Huaca Malena is a precolumbian site in the district of Asia, a couple of miles inland from the coastline.  The site was first established about 200 C.E. but subsequently was apparently all but abandoned for an extended period.  It gained new life as a Wari ceremonial center and necropolis from about 700 C.E. to about 1100 C.E.

The site consists of a large mud-brick platform, with associted terraces, altogether encompassing several acres.  It was first described scientifically in the 1920s by Peruvian archaeologist Julio C. Tello.  Tello and his associates discovered some 300 mummy bundles at Huaca Malena, establishing Huaca Malena as one of the most important pre-Columbian cemeteries on the central coast, along with Paracas and Ancón.

Like many other archaeological sites, after initial study Huaca Malena was left largely unstudied and unprotected and several decades of unscrupulous and indiscriminate looting ensued.

I knew of the looting and thus had a sense of what we'd see, but I was unprepared for the level of destruction visited upon the place and for the sight of a relatively recently-looted mummy abandoned on the surface.

The sheer scale of the damage is sobering. The upper level of the mound has been cratered and almost all architectural features obliterated.

The scale of what has been lost to looters is evinced by the hundreds of skulls that litter the site.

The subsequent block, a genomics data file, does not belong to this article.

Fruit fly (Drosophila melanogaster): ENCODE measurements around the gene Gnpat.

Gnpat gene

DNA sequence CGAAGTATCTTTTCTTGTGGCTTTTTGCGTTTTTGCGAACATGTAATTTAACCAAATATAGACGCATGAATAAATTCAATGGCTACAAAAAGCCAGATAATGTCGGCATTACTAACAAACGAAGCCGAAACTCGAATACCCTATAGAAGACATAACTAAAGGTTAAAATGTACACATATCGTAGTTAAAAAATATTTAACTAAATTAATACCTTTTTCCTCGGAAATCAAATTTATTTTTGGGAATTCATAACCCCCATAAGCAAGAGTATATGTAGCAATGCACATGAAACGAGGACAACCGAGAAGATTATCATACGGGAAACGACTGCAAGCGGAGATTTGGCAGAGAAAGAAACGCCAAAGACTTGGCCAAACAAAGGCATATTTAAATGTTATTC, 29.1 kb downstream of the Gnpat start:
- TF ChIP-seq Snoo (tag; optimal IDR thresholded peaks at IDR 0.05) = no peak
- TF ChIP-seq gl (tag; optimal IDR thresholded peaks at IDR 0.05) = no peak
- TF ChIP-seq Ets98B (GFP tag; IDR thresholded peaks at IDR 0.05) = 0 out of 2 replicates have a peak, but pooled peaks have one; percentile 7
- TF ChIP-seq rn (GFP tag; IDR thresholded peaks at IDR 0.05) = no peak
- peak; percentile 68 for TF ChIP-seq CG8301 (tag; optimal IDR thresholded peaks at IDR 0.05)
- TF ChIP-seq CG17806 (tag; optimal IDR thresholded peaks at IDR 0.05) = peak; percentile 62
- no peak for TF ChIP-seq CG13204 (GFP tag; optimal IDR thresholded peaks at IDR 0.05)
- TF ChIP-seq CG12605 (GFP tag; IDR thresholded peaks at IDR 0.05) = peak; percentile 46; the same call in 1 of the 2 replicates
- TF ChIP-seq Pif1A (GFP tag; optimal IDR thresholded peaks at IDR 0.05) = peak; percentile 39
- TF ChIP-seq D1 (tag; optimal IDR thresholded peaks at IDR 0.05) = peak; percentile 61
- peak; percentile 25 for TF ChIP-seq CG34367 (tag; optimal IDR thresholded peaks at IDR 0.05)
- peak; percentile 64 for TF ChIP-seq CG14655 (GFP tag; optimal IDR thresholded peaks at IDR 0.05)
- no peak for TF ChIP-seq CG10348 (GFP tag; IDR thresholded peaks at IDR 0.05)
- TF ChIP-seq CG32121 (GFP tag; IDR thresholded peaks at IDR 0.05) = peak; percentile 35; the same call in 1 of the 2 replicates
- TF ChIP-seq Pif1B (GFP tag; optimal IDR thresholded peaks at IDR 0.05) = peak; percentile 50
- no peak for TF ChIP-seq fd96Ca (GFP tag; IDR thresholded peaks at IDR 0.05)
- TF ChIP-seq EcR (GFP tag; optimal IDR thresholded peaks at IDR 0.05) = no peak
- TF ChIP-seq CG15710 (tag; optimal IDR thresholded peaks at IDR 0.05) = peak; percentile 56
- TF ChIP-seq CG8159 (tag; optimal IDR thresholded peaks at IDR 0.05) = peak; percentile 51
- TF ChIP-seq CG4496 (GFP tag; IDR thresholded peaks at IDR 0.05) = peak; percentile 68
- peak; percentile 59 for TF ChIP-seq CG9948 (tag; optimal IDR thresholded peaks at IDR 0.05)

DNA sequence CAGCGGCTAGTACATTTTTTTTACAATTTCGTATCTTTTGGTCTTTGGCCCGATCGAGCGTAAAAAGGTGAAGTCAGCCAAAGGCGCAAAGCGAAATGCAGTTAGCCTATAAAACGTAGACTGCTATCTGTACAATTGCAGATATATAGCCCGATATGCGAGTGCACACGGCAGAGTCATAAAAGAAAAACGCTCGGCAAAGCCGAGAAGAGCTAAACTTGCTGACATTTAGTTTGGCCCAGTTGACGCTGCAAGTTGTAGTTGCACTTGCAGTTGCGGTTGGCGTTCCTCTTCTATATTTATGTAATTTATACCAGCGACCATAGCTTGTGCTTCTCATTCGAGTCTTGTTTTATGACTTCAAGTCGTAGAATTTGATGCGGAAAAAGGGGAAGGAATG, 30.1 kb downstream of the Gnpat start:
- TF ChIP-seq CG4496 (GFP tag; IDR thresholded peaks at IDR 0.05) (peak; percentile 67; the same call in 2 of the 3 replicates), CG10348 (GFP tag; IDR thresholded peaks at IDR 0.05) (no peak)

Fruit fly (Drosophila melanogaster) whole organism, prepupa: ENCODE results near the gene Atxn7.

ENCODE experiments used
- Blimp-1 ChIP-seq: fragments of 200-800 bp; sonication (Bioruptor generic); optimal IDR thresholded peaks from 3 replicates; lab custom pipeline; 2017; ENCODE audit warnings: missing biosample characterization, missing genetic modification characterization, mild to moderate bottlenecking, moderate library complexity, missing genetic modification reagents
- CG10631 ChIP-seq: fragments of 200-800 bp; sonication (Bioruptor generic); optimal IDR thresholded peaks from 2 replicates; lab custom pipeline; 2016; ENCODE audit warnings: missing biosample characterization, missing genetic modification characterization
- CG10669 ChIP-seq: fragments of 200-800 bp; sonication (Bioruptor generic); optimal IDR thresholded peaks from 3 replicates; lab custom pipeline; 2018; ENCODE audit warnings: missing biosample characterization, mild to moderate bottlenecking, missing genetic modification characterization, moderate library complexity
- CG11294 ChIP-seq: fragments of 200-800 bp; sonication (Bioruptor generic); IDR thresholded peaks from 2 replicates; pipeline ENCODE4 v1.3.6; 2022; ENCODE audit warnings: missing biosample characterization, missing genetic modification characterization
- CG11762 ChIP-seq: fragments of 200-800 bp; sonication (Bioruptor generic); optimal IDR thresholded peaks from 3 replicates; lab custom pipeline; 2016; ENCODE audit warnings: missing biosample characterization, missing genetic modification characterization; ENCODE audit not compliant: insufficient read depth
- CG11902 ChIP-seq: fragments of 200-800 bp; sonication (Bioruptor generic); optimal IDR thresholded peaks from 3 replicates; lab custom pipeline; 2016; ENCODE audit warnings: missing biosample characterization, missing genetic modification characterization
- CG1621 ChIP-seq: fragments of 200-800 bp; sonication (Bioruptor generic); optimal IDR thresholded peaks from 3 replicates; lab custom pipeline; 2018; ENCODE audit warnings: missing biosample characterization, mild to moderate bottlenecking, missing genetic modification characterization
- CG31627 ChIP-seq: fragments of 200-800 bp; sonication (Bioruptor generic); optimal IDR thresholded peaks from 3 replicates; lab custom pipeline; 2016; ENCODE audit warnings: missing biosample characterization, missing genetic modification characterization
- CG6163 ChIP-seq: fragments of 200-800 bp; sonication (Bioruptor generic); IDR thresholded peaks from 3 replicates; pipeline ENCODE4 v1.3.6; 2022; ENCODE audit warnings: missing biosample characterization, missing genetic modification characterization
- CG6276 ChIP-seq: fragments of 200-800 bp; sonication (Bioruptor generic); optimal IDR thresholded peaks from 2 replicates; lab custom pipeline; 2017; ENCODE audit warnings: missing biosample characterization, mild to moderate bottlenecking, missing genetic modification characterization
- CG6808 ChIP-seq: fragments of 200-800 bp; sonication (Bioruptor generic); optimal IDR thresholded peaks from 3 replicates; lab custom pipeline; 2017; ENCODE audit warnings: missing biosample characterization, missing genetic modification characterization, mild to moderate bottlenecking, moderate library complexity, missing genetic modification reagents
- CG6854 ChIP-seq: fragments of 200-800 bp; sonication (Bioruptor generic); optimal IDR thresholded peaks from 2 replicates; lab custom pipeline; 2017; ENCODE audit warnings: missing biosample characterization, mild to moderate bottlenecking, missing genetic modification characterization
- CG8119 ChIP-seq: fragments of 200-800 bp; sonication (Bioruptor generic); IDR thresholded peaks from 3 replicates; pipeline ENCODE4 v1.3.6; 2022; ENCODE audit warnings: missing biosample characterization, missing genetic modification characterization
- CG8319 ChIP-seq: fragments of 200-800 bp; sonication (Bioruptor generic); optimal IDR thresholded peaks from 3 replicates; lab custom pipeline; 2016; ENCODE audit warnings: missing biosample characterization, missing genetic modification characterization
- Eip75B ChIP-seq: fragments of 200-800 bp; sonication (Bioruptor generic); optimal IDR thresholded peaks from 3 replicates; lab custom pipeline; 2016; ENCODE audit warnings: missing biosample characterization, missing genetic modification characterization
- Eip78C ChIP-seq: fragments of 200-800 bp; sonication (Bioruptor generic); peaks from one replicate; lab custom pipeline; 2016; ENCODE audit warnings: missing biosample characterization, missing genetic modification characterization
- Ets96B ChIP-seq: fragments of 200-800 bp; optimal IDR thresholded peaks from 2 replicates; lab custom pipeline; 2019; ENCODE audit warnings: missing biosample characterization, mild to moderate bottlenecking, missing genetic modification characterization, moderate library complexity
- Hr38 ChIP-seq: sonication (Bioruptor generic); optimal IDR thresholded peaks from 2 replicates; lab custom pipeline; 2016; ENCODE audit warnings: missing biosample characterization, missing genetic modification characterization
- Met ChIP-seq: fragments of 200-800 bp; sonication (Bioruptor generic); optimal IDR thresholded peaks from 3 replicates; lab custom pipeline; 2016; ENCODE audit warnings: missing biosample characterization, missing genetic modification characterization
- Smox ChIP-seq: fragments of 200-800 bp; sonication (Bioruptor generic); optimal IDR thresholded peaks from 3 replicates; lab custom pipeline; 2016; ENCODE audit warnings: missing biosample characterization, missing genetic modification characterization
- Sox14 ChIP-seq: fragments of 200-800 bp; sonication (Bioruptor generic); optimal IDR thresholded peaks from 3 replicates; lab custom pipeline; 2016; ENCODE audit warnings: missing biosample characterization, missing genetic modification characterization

Orlando and I wandered about the mound for over an hour, checking out the exposed remains and artifacts.

One notable feature, among all the piles of skulls and bones, was the high proportion of deformed skulls. Cranial deformation was practiced by several ancient Peruvian cultures and was usually reserved as a mark of high status birth.  The large percentage of them attests to Huaca Malena's importance and the high status of those who were buried there.

 There was also evidence of the sophistication of the ancient Peruvians who lived in the Mala Valley surrounding Huaca Malena, in the form of at least one trephinated skull.

Trephination, or trepanning, is a type of surgical intervention in which a hole is made through the skull to expose the brain, or at least the dura mater, and thus relieve swelling or pressure from injuries. It is, in essence, an early form of brain surgery.  The healing surrounding the opening in the skull in the photo above points to that surgery having been successful, at least insofar as that the individual must have lived for a good length of time following it.

In addition to human bones, Huaca Malena is also littered with the detritus of whatever else the looters did not want.

We found this lovely little woven bag near the exposed mummy.  Orlando, who knows textiles, was able to immediately tell that it was made from a combination of cotton fabric and llama or alpaca wool.  It was sad to know that instead of being in a museum it would just sit there and rot away.

In addition to many textile remnants, we also encountered the remains of several other types of grave goods, including corn cobs, gourds, pacae pods, and camelid bones.

We were particularly surprised when a number large oddly-shaped stones associated with graves --or at least with the pits from which mummies had been looted-- turned out to be whale vertebrae.  Where they grave offerings?  Grave markers? A sign of special status?  However they were intended, they were certainly impressive.